How To Respond When People Think You Owe Them Sex

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The idea of being "owed" sex often makes the news these days in the context of horrific online dating exchanges. And they tend, upsettingly, to be gendered: man demands sex from woman, believes he "deserves" sex or is "owed it" because of his financial outlay/effort/decision to even pay attention to her, throws fit if denied. There are a lot of assumptions underneath this entitlement. People of this ilk seem to believe in a transactional nature to sexuality, where a certain amount of giving from one partner must necessarily result in sex from the other, or else things are "unfair". And they also occasionally appear to believe that the only real point in interacting with women is to gain access to their genitals. That, unfortunately for them (and very unfortunately for anybody who's had to deal with them), is not how this works. At all.

If somebody is convinced you owe them sex, it can be difficult to know what to say. Denied entitlement can result in anger, guilt trips, attempts to reason, or the now-notorious "good guy" notice posted in a dorm in Las Cruces, which is part of a troubling perspective linking "niceness" and "goodness" to women (i.e. the normal way you should treat people) with expectations of sexual gratification. You can choose to deal with it sassily (throwing some Beyoncé lyrics at them, "boy bye"), or to attempt to explain what's going wrong with their thinking. Or you can simply walk away; it's not your responsibility to change the perspective of a person making ridiculous demands on you.

So here are a few ideas on how to respond to several particular ways in which people believe they're "owed" sex. Ultimately, you can sum them all up with "Oh, honey, no."

Comment And/Or Implication #1: "But I Spent Money On You!"

Listen, kid, let's sort something out. There is an institution through which money is exchanged for goods and services; it's called basic economics. And there's an economic situation where money is exchanged for sexual gratification in particular; it's called the sex industry. You're assuming that dating works on the same model as prostitution. It does not.

When you spend money on a woman or man on a romantic date, it's not meant to be done in return for any particular action or response. It's an act of hope, not a binding contract. You're trying to create a good experience and make a connection, not pay for somebody's sexual attentions. It's generous instead of transactional. You're an adult, and adults are responsible for their choices: spending is your choice, and it's their choice to take that expense/fancy dinner/ride in a helicopter with you, thank you for it, and still not want to f*ck you.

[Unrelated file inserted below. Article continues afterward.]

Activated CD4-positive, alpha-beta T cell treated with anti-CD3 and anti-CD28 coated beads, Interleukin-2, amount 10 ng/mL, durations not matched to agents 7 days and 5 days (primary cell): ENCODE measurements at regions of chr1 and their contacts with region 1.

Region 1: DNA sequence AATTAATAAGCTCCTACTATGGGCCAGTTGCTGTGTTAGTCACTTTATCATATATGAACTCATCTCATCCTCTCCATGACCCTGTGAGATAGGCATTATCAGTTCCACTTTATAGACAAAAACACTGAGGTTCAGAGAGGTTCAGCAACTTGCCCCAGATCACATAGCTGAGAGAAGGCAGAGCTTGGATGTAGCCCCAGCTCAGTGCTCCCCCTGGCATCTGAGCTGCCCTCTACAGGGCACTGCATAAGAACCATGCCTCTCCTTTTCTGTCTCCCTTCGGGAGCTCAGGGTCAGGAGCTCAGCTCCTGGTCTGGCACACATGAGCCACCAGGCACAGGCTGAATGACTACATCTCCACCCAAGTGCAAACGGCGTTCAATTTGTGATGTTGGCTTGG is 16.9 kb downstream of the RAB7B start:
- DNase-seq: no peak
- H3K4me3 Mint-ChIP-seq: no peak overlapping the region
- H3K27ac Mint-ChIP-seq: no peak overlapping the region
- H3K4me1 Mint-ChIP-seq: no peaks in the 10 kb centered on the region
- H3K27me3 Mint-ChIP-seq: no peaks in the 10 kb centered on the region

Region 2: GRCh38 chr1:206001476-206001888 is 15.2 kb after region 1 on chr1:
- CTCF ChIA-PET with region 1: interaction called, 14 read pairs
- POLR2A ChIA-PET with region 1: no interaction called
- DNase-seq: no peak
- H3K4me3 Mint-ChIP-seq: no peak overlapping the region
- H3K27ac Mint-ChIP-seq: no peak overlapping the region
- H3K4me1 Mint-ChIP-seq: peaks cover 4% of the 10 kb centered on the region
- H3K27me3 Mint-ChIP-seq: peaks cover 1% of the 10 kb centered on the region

If you do want a guaranteed sexual encounter in return for money, please go to an escort; they exist for a good reason. But don't confuse business arrangements with gestures of goodwill.

Comment And/Or Implication #2: "I Was Nice, So I Deserve This"

The days of niceness and good behavior being rewarded with anything beyond a gold star ended after elementary school. The mere act of being kind to a lady isn't exceptional or deserving of enormous praise. It should just be the benchmark of a perfectly normal, helpful person, and you are not so special or wonderful that you deserve to be "rewarded".

Helping a woman move or cope with a break-up doesn't create some kind of debt she has to work off with her clothes off. It just means you've performed a good deed; and if you've done it with the expectation of sex, rather than selflessly to help them out, it stops being generous and starts being, well, crap.

Comment And/Or Implication #3: "You Owe Me"

I hear this one occasionally, and it worries me. It's based on the strange assumption that after a long-standing acquaintance, a person can "build up" enough goodwill points to deserve sex from the other person. It's an extension on the "being nice as reward" principle, but over the long term. News flash: friendship is not like a leveling up system in a video game. You do not accrue enough "points" to get out of the "friendzone" (god, I hate that phrase) and ascend into sexy-times. For one, being a woman's friend is not inferior to being in her pants. For another, you don't collect sex points like stamps on a loyalty card. No matter how wonderful and supportive you've been, no matter how many years you've known each other, you are not toiling up a ladder towards the ultimate prize of a vagina.

You want to be a good friend? Be a good friend. Do it because they deserve a good friend. Treating somebody well, for a long time, and not getting sexual favors in response does not entitle you to whine about not being adequately "rewarded". If you're not able to be friends with somebody without the expectation that they will, at some point, give you sex, then don't be friends with them.

Comment And/Or Implication #4: "You Promised Me Sex, So You Have To Come Through"

This may seem complicated, but it's not. Even if a woman has absolutely indicated, clearly and vocally, that she wants your body prior to actually getting down, if she doesn't consent in the moment, then it's no-go. Active consent, guys. That doesn't necessarily mean she's behaved perfectly (these situations take many shapes), but she doesn't owe you sex just because she promised it at a previous occasion. Consent has to happen at the beginning and throughout sex; it's every person's prerogative to change their mind when it comes to getting down, and that's their right as an adult human. Period.

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